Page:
• Effective: Watch for the results of each task, and see how often they are done accurately and completely. Look for problems like information that is skipped or mistakes that are made by several users.
  • Efficient: Time users as they work to see how long each task takes to complete. Look for places where the screen layout or navigation make the work harder than it needs to be.
  • Engaging: Watch for signs that the screens are confusing, or difficult to read. Look for places where the interface fails to draw the users into their tasks. Ask questions after the test to see how well they liked the product and listen for things that kept them from being satisfied with the experience
  • Error Tolerant: Create a test in which mistakes are likely to happen, and see how well users can recover from problems and how helpful the product is. Count the number of times users see error messages and how they could be prevented.
  • Easy to Learn: Control how much instruction is given to the test participants, or ask experienced users to try especially difficult, complex or rarely-used tasks. Look for places where the on-screen text or work flow helps…or confuses them

So your second action is to go out and watch people - real people, who would really use it - using your product. You may be pleasantly surprised by how much you can learn in a short time. You can fix problems before you release, when making changes gets expensive.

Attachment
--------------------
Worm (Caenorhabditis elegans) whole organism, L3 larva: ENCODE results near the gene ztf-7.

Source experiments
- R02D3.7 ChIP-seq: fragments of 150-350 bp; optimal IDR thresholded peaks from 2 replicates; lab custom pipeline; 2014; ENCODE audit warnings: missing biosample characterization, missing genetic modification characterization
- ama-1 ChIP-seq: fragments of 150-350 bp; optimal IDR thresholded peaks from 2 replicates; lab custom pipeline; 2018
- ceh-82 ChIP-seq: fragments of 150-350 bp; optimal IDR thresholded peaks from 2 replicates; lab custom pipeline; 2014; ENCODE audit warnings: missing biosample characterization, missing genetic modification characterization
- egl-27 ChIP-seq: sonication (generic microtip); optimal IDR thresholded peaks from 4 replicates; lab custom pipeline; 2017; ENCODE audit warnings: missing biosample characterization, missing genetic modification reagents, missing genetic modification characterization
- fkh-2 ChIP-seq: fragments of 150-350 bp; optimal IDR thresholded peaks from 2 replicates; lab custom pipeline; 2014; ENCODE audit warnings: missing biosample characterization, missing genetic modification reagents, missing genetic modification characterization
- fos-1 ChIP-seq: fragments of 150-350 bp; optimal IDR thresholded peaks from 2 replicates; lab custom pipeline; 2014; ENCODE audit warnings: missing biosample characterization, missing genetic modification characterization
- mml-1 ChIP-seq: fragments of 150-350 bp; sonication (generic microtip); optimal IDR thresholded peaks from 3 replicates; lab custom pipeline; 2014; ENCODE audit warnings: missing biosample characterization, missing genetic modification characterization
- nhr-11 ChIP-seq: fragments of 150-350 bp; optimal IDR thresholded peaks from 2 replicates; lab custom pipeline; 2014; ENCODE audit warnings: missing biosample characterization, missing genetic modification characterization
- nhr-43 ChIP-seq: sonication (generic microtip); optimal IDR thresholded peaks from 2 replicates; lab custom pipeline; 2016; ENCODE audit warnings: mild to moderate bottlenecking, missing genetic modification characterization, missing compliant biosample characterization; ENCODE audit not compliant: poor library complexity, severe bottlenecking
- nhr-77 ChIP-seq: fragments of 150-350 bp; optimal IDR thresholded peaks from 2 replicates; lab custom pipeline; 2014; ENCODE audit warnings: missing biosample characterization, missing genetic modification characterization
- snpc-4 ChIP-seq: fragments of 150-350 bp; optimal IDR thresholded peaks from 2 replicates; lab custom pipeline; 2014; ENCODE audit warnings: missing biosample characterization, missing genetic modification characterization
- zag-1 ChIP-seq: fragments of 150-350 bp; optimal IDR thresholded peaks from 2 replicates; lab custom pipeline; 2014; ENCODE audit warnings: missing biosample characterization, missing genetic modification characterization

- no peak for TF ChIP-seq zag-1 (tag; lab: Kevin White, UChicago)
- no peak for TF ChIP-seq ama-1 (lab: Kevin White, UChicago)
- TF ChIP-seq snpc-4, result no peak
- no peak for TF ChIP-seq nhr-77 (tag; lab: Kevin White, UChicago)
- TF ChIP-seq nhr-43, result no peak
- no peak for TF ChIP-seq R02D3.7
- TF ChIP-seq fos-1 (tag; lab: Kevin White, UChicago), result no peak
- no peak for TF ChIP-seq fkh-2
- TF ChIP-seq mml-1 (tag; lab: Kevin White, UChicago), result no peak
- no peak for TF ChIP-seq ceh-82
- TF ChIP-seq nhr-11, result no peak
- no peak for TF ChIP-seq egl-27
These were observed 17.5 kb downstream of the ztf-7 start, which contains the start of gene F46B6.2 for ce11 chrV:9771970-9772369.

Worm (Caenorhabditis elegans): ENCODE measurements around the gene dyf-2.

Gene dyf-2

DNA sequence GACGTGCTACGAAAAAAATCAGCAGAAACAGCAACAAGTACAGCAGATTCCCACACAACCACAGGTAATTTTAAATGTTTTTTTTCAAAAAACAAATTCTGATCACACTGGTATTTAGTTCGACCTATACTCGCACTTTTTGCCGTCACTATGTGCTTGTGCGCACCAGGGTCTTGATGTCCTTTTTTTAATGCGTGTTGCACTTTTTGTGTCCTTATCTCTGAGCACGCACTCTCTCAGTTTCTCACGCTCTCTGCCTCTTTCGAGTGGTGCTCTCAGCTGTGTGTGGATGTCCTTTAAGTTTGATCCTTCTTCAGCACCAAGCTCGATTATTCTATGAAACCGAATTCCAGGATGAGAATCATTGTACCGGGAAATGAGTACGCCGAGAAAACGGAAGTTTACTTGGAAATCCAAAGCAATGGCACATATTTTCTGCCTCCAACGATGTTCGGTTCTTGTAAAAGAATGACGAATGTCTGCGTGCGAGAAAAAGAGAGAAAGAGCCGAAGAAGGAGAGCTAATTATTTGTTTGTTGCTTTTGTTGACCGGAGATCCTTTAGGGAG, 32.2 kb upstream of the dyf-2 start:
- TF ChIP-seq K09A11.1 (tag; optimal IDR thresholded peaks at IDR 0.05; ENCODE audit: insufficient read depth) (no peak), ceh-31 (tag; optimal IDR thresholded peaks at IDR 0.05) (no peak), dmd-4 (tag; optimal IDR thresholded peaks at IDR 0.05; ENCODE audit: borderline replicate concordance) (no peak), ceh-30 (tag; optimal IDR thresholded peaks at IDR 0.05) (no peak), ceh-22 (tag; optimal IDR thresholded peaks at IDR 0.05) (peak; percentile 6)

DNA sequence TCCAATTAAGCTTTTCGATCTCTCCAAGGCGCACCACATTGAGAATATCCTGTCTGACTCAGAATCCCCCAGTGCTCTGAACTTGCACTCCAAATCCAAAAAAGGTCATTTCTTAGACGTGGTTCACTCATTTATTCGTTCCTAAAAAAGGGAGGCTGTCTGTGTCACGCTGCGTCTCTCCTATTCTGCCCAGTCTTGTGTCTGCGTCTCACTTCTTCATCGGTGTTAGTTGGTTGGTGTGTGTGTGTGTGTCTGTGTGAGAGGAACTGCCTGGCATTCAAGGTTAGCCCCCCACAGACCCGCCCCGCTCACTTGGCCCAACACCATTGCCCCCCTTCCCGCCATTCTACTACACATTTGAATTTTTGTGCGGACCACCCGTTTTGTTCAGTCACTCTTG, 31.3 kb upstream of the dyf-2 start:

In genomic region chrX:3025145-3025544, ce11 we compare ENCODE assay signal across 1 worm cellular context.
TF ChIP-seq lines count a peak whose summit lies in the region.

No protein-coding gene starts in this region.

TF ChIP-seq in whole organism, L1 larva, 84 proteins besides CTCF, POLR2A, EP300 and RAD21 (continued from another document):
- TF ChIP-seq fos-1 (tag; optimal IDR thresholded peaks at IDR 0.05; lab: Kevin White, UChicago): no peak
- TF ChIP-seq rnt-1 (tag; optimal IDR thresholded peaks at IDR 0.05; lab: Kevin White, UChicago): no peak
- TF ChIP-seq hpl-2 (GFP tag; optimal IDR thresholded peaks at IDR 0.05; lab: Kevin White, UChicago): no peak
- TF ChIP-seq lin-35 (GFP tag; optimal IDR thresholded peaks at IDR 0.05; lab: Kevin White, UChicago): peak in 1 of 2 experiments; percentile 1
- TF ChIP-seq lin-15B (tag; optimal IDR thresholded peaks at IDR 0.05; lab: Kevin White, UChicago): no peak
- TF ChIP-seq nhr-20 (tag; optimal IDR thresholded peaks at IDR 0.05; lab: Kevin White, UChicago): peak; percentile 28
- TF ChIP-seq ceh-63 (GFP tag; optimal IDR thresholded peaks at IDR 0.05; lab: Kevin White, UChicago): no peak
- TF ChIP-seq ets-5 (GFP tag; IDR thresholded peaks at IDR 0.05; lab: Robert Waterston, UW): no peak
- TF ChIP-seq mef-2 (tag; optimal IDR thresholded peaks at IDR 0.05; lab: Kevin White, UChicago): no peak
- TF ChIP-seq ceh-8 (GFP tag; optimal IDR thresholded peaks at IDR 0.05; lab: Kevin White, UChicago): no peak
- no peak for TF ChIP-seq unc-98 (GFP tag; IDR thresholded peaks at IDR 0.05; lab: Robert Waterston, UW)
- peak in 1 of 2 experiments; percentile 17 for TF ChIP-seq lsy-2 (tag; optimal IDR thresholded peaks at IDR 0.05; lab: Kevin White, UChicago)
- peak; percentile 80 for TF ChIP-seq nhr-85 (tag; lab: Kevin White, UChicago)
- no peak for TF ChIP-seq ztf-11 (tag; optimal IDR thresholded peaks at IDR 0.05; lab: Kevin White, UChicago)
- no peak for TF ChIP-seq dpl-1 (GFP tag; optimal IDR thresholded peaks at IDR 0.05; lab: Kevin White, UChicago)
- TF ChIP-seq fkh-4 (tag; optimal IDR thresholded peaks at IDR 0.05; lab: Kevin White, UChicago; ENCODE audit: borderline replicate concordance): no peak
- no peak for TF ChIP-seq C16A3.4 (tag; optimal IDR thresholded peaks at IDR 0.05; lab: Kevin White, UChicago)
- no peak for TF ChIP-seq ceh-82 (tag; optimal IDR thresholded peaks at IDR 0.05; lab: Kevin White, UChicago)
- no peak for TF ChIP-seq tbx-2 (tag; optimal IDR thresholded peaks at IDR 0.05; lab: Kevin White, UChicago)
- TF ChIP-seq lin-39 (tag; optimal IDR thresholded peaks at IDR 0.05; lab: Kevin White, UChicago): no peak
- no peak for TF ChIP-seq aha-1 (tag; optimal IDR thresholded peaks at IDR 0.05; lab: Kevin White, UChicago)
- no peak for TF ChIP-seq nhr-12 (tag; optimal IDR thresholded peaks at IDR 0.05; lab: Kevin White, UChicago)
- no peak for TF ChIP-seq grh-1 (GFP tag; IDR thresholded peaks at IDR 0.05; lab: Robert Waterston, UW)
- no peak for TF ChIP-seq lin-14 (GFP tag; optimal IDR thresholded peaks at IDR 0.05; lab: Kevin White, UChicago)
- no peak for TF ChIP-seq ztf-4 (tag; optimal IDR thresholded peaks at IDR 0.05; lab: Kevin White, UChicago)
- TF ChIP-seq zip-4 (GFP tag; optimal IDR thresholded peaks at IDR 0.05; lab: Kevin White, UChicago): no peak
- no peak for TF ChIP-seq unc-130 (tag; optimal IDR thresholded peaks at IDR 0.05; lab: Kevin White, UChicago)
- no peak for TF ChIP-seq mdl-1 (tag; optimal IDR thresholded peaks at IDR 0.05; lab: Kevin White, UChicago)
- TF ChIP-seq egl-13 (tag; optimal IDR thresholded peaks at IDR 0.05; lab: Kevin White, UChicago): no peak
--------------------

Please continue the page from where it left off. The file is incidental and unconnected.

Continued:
Usability starts with a philosophy - a belief in designing to meet user needs and to focus on creating an excellent user experience - but it is the specific process and methodology that produce the real goal of usability. A new usability process starts by looking at who uses a product, understanding their goals and needs, and selecting the right techniques to answer the question, "How well does this product meet the usability requirements of our users?"




The 5 E's of Use help us visualize the balance of needs for each dimension of usability and guides design choices.


More about the 5Es

Content and Complexity cover image

"Dimensions of Usability" is a chapter in a new book, Content and Complexity, from Erlbaum, 2003

Balancing the 5Es
Using the 5Es in a UCD process (Cutter IT Journal - February 2004)
平衡5E:可用性 (Translation)

Understanding Usability: Getting Beyond "Ease of Use"
A presentation to AIGA Colorado

Dimensions of Usability: Opening the Conversation, Driving the Process - Using the 5Es to provoke and manage conversations on the meaning of usability. (UPA 2003)

What Does Usability Mean: Looking Beyond ‘Ease of Use - an early paper defining the 5Es (STC 2001)

Being user centered about user-centered design looks at ways to apply usability guidelines to a implementing a new process.

Presentation from a UK-UPA meeting on Dimensions of Usability that looked at the 5Es as an advocacy tool.

Software Usability: Strategies
for Meeting Business Goals and Users' Needs

"Balancing the 5Es of Usablity"
A Cutter Consortium Report - Available in print or PDF

Related articles

Heuristics to Evaluate Online Help by Donn DeBoard uses the 5Es in Usability Interface

Usability Analysis by C.H. Arun Prabu in Developer IQ


Would you like a presentation or workshop on the 5Es at your company? Contact me at whitneyq@wqusability.com